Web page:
The way that I write is like I’m fuckin’ Sylvia Plath, an interview with: Emily Simon

In which the poet performs herself

When I transcribe, I try my best to preserve the idiosyncratic way my interview subject speaks. There is, however, a large gulf between written and spoken communication. Trying to capture poet Emily Simon’s voice in words is to castrate a cartoon character. It’s like assigning the role of the straight man to the ghost of Robin Williams. 

Emily shines bright in so many colors when she speaks—drawing words out, a frenetic pace of ideas abandoned halfway through articulation, silly voices—that you’ll have to accept my apology in advance. 

Anyway, a standard interview is a facsimile of what was said; whereas, poetry allows for a capacious understanding of language. In this arena, Emily can best represent herself, and she does in her debut chapbook, Reign is Over, which came out mid-February on Choo Choo Press

In it she “sing[s] her words,” to quote one poem. The collection is personal and political, though beyond the “personal is political” ascription. The titular poem, “Reign is Over,” is the longest and most critical of the ways the world around us is failing (and failing us). I want to be honest and say I don’t think my words can stand in place of Emily’s so I suggest you simply read her yourself.

Our interview begins in medias res after Emily points to a synagogue seen from the window of her Midtown apartment.


Me: Do you think Judaism informs your poetry practice at all?

Emily: As far as I identify as a New York poet, yes. My New York City identity is the same as my Jewish identity, and I think my voice is pretty strong in that regard. 

Me: What do you mean by New York City? Do you mean the New York School of poets? Is that what you’re referring to?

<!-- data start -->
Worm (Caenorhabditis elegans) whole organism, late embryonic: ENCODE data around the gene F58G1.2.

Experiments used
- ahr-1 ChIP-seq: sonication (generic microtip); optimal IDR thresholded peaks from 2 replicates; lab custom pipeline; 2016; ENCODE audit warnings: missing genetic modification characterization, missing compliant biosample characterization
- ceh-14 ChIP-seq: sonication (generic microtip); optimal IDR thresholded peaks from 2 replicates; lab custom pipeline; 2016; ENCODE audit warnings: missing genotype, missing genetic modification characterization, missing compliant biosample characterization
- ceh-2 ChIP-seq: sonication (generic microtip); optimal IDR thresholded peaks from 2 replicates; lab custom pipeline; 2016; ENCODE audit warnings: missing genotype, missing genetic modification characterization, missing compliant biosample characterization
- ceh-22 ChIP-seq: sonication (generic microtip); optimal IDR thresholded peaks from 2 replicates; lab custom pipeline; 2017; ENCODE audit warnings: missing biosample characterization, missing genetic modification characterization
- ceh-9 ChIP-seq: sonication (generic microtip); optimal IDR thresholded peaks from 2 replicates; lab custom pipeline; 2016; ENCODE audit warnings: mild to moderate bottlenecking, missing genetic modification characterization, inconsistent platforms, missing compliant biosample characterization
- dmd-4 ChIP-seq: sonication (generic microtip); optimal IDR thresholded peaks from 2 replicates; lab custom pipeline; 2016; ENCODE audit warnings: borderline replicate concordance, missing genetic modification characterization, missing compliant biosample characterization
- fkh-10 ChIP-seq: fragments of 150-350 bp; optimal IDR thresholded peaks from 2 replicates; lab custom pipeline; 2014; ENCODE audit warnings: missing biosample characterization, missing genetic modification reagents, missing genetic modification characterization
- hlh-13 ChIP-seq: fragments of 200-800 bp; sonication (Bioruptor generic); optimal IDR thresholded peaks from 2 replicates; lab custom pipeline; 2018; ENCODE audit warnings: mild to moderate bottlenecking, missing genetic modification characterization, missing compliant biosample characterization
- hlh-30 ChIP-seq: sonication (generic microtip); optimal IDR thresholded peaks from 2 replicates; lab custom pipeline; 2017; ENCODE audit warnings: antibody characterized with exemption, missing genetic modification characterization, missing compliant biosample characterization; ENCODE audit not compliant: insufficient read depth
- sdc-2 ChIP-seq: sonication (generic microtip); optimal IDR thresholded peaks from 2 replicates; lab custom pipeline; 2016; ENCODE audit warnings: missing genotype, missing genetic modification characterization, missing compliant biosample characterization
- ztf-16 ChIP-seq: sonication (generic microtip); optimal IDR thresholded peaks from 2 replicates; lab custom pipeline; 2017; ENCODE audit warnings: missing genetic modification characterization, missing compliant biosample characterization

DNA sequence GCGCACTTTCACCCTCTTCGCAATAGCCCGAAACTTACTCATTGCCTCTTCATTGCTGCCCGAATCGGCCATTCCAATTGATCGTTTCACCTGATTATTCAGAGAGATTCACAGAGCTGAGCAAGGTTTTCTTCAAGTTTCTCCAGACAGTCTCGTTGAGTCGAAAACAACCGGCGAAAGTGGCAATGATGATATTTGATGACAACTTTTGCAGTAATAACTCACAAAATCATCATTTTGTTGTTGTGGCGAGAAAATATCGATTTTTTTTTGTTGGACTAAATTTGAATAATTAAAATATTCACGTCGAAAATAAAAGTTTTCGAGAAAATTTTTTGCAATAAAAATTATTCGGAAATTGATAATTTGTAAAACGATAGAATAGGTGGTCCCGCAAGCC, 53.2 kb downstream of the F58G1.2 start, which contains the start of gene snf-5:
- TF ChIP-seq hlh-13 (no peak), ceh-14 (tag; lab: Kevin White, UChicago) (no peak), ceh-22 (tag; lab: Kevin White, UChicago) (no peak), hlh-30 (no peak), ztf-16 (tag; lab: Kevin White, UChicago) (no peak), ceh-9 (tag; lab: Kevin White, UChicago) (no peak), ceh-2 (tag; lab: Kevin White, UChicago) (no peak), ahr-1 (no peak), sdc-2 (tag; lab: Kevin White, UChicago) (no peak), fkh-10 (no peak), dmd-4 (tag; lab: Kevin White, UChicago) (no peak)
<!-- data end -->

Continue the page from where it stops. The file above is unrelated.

Emily: I’ve been avoiding saying that because there are so many New York School poets who I love and then there’s different generations of New York School poets. I admire them so much. I love Eileen Myles, I love more contemporary poets, too. I’m not even sure who exactly counts. I love James Schuyler. There are poets who I would definitely consider New York School poets just because they have that talkey voice that’s a little bit conspiratorial and it’s sort of easy-going and it’s funny and it’s surprising. It’s not didactic, but it’s also not afraid of making really bold claims. It’s maybe a little argumentative, but then, just as fast, it’ll snap back and do something recursive or contradict itself. Have you heard of Alli Warren

Me: No, I don’t know who that is

Emily: Alli Warren. Little Hill is her most recent book published with City Lights. I also love Ali Leibegott. So good. Ariana Reines is great. There are a lot of contemporary poets that I read. In the last two years, I’ve been reading more poetry. Sorry, that was a tangent. I don’t want to say I’m a New York School poet but I’m a very social person and I talk a lot and I love people and I don’t think that my persona on the page...I’m performing for sure, but I’m really interested in, idk, performing myself, too, and myself is Jewish and from New York City. 

Me: That all makes sense to me. 

Emily: The person who I am is reading all these people all the time. And these voices are filtering through me all of the time. Even if it’s not explicitly intertextual work, it is. I have a lot of influences for sure. 

Me: Do you read more contemporary poets than you do Classical or whatever? 

Emily: I do. I do. Maybe I should be embarrassed by that, but I’m not.